12:27 Your flight is delayed four hours and fifty minutes due to a crew delay.
12:30 Your flight has been cancelled.
A flashback: A man in line at the gate, when the lady changed the time to 3PM, a man at the line kept screaming “BULL-SHIT,” with the dash in the middle, just like that. But an en dash, so not very useful to my students. “BULL-SHIT” he kept repeating. Turns out he was going to the airport in Pittsburgh to pick up his two toddlers and bring them back to Texas. He only had custody for a week and wanted them to learn about home, to have unconscious memories of the Bayou and sweat pouring down their tiny backs. And now he wasn’t going to make it. He would be in contempt of court. He would be fined, he would lose his custody privileges. What do you mean 3PM? BULL-SHIT. Get me there. I’m sorry, the lady would say, there’s no way I can get you to Pittsburgh until the 3PM flight. No way. I’m sorry. The man turned red. He face rivaled citrus.
12:30 Your flight is canceled. You’re booked on a flight that leaves at 6:56 tomorrow. Landing in Pittsburgh at 11PM. A day gone.
BULL-SHIT. I thought of the man’s toddlers. I’m sure he loved all of children equally.
I called the airline. Get me to Pittsburgh. We can’t, M’am, sorry. I am not a M’am. Get me to Pittsburgh. Through Chicago, Detroit, Honolulu, something. We can send you to Newark. The flight leaves in fifty minutes. Are you at the airport. I looked around the Barnes and Noble. Women with strollers. Nothing else to do on a Tuesday at lunch. I will be at the airport in ten minutes, I said, I left because I was angry with your airline. The woman quieted. I’ll book you to Newark. I look at the captain, do you want me to stay an extra day?, the captain shakes his head, go back to school, we both have work. So I take the flight to Newark. The flight that leaves at 1:20.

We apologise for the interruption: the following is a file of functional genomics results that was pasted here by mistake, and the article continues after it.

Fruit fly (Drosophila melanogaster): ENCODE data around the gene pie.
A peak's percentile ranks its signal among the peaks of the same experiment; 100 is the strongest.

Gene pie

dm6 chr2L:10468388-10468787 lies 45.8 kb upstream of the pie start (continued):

I arrive at the gate at 1:10. No one has boarded. The sign says “on time.” I don’t trust the sign anymore. I didn’t kiss the corporal when I left the car and ran towards the security line again. He’d accused me of being angry. I’m not angry. I left huffing. 1:15, still not boarding. No plane. 1:25, plane arrives. 1:45 will the people on the flight to Denver please stop coming up to the desk, we need to get Newark cleared. No one moves. The lady gets irate. I go up to the desk. Is my bag going to Pittsburgh? We don’t know, M’am. 1:55, we are on the plane. 1:59, there is no pilot. 2:05, there is a first pilot, but no captain. 2:07, I call the admiral and tell him I love him and that I’m sorry I was huffy and that the plane is still here and that I’m going to lose my mind. I have a connection in Newark at 8PM. I’m starting to worry. The story is getting too long for my own comfort.